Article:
A man passionate about the Amazon rainforest, a woman committed to safeguarding the world’s water, and a Nobel Peace Prize winner were all part of a Harvard discussion Wednesday (April 14) about the future of the planet.
And much of what they outlined wasn’t good.
The environmental experts offered dire warnings and grim predictions about the Earth’s future, even as they offered glimmers of hope.
The scholars were part of the fourth and final panel celebrating the Harvard Extension School‘s 100th anniversary. It was titled “Sustaining Our Earth’s Ecosystems.” Steve Curwood ’69, executive producer and host of the National Public Radio program “Living on Earth,” was the moderator. He asked the panelists what they saw as the greatest challenge facing the planet.
It’s man’s “disconnect with the environment,” said Eric Chivian, an assistant clinical professor of psychiatry at Harvard Medical School. People don’t realize that what they do has tremendous impact, both on the environment and their health, argued the founder and director of Harvard’s Center for Health and the Global Environment. In addition, because the loss of biodiversity happens so slowly, he noted, the problem is too “abstract” for many to comprehend.
Climate change “is so hard to see; it’s so hard to experience in our everyday lives.”
Panelist Mark Plotkin was a high school dropout who was working moving dinosaur bones around Harvard’s Museum of Comparative Zoology when he became hooked on the Amazon and its issues after taking a class with former Harvard professor Richard Schultes. People need to understand that the Earth’s problems are all interconnected, he said.
Forest destruction is a main cause of climate change, said the Harvard Extension School graduate and authority on ecosystems, who went on to earn master’s and doctoral degrees and found the Amazon Conservation Team.
Plotkin, who has worked for years in the Amazon rain forest with indigenous peoples examining how their shamans use jungle plants for medicine, is also working with the same indigenous populations to help save the area’s forests.
Such conservation work is critical, he said, because the greatest threat to mankind is “drug-resistant bacteria.” If staphylococcus aureus swaps genes with streptococcus, “It’s going to melt the human race like a wax museum on fire,” said Plotkin. “Eighty percent of antibiotics still come from nature,” and the richest source of life is the Amazon.
“We need to know that when we are destroying Mother Nature, we are destroying ourselves,” Plotkin said.
People fail to understand how their actions directly impact the environment, echoed Alexandra Cousteau, granddaughter of famed undersea explorer Jacques-Yves Cousteau. “Our choices have far-reaching consequences to people on the other side of the globe. … [Forgetting that fact] is something that everybody is guilty of.”
The problem is endemic, said the water advocate, who described exploring with other environmentalists how overfishing had damaged a remote village, and then watching in horror as her colleagues ordered the very same endangered fish at lunch in a nearby restaurant.
There’s an “inability to understand the cycle that starts happening because of our choices,” said Cousteau, who noted that governments, industries, environmental organizations, communities, and indigenous groups all have roles to play in changing the dialogue.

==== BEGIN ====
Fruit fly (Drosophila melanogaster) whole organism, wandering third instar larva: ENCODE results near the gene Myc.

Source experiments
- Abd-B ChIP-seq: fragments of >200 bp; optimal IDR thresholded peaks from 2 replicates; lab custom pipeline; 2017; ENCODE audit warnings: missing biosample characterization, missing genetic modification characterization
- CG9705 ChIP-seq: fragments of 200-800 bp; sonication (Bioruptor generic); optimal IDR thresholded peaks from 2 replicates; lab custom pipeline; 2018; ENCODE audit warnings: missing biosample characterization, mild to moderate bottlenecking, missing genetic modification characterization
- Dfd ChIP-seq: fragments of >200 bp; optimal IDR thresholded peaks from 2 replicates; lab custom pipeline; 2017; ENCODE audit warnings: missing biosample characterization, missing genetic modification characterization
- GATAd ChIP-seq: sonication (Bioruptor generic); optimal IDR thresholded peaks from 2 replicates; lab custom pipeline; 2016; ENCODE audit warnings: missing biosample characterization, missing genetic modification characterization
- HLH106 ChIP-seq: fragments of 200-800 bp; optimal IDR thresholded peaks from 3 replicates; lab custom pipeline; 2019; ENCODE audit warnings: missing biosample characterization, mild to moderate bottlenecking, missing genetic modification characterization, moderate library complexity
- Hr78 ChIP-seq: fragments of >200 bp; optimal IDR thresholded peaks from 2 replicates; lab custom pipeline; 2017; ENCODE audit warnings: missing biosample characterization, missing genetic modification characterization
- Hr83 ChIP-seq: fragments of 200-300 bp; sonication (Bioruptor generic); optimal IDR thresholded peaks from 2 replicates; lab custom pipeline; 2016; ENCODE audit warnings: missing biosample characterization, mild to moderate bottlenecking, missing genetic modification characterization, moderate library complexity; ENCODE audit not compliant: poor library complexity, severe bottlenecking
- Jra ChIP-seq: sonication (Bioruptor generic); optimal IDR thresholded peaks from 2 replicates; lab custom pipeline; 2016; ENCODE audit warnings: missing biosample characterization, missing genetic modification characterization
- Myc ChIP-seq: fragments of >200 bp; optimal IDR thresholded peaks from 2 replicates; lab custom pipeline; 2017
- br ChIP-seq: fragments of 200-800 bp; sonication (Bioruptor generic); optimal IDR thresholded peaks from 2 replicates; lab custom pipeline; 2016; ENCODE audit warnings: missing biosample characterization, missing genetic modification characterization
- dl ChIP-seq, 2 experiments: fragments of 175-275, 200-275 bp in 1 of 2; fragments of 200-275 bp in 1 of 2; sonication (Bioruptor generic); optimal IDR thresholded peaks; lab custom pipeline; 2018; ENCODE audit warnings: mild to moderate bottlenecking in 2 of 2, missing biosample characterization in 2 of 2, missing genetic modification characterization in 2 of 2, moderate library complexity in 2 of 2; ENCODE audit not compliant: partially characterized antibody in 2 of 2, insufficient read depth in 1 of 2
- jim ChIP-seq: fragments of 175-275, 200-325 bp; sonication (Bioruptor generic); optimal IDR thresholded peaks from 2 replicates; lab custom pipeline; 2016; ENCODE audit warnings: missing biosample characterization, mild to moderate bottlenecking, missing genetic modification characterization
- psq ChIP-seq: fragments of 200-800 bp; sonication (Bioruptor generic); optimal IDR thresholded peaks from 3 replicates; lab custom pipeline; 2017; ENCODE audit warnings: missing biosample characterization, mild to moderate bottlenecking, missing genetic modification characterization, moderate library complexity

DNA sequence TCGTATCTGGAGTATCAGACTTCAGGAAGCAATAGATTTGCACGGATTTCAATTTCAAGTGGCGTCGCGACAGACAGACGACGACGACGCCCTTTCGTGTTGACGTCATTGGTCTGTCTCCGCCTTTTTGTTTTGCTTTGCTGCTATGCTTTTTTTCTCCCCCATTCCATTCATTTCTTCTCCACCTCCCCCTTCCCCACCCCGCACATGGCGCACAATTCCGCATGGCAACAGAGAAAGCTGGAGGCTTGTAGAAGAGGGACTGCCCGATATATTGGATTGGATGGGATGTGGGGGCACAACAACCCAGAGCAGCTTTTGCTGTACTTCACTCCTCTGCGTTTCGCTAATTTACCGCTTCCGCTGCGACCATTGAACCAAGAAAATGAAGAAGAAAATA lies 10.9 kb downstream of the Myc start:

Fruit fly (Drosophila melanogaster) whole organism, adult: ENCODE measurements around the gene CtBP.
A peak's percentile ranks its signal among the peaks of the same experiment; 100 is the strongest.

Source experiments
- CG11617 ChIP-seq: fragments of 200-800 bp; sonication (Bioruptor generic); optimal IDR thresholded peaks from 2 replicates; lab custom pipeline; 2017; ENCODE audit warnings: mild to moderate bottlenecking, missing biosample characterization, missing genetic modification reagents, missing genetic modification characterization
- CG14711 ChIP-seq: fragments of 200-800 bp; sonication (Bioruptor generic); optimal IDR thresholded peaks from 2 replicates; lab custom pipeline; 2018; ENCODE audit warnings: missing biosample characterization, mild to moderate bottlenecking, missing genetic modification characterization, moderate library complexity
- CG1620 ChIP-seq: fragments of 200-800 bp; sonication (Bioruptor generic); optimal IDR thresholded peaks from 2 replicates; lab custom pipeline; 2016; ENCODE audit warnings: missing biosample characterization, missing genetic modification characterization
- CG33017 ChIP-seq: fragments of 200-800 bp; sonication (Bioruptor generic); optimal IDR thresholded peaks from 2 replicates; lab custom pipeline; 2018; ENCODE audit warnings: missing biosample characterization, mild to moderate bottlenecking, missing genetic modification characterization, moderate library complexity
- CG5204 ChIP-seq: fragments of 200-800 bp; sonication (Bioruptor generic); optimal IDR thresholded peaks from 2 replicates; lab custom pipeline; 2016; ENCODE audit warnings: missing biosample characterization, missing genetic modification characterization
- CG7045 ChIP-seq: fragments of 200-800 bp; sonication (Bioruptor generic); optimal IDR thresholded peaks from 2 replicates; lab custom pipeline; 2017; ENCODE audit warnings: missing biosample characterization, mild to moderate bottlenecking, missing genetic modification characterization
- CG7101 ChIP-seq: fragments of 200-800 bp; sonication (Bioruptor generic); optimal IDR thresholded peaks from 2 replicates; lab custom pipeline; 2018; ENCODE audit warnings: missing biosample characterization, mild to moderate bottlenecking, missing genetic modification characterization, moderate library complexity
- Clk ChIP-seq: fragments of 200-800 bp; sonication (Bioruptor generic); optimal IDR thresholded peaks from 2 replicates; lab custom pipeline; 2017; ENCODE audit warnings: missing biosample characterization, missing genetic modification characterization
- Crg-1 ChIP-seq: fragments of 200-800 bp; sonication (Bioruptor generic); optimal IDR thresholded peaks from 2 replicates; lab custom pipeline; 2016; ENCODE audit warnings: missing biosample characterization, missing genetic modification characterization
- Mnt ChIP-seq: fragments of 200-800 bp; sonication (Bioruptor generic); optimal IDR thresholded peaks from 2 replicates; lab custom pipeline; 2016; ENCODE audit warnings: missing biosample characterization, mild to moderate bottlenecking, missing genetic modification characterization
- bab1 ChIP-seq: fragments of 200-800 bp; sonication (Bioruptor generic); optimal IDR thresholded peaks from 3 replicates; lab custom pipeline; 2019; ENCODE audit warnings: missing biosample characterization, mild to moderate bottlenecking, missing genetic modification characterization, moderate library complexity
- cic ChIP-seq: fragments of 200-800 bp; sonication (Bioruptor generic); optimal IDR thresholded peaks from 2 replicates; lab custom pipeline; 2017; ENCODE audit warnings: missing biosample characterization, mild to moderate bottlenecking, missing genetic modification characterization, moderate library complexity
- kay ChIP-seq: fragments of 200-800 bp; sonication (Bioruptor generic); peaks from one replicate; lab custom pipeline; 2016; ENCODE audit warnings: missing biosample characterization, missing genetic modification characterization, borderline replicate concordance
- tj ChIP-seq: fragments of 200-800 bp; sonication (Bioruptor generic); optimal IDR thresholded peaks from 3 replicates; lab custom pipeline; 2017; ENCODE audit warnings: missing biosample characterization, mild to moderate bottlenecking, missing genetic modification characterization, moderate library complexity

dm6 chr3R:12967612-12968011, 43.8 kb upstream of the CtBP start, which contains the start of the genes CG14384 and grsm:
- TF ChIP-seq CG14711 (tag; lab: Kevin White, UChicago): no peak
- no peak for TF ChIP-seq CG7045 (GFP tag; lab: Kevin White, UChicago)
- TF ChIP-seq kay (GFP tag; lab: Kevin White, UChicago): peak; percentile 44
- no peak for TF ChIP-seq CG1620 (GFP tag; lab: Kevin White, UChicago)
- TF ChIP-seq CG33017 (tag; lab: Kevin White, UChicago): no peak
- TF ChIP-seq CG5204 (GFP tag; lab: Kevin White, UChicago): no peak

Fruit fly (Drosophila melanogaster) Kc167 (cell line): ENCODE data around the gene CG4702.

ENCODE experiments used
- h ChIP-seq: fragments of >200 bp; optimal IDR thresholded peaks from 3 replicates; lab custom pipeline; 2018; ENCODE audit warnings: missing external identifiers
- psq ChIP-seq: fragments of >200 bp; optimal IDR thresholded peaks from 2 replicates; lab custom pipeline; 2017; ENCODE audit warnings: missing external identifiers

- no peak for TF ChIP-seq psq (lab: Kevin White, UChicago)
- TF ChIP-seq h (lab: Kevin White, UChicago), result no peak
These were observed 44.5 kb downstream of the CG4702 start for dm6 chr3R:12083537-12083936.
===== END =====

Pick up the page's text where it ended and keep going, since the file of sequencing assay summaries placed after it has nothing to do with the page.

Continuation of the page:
The panelists also discussed how they became involved in their work.
Chivian, who won the Nobel Prize in 1985 for helping to develop International Physicians for the Prevention of Nuclear War, said his seminal moment came as a young physician. He recalled how a former professor helped to halt U.S. government’s plans for a fleet of supersonic transport planes by testifying that their nitrogen exhaust would harm the ozone and cause a rapid rise in malignant melanomas.
I realized that “ultimately environmental issues are issues of human health,” said Chivian, co-author of the 2008 book “Sustaining Life: How Human Health Depends on Biodiversity.”
Cousteau’s love of water came, unsurprisingly, from her grandfather, who took her on her first scuba dive at age 7. “I was hooked,” said Cousteau.
The environmentalist is planning a four-month trip across the United States this summer to explore the nation’s water issues. The work will be part of her nonprofit Blue Legacy project that advocates the conservation of the world’s water resources.
Ultimately, there is still hope for the planet, said the speakers.
Like in the past, as children learned in school about the dangers of smoking and became the most effective opponents when they took the warnings home to their smoker parents, working environmental education into school curricula will be an effective way forward, said Chivian.
Additionally, he said, big businesses understand there are savings involved in using more environmentally friendly practices, and money to be made in the business of renewable energy.
“There are big bucks in going green, and that’s a big, important development.”
Plotkin offered a further note of hope, saying, “These problems were all caused by people. They can be solved by people.”
The speakers’ comments were “gratifying, frightening, and inspiring,” Jack Spengler said near the conclusion of the two-hour talk at Lowell Lecture Hall. Spengler is the Akira Yamaguchi Professor of Environmental Health and Human Habitation at Harvard and director of the Extension School’s Graduate Program in Sustainability and Environmental Management.
The Harvard Extension School will sponsor one additional public event in celebration of its centennial. On May 14, Sherry Turkle of the Massachusetts Institute of Technology will deliver the Centennial Lowell Lecture titled “The Tethered Life: Technology Reshapes Intimacy and Solitude.” For more information.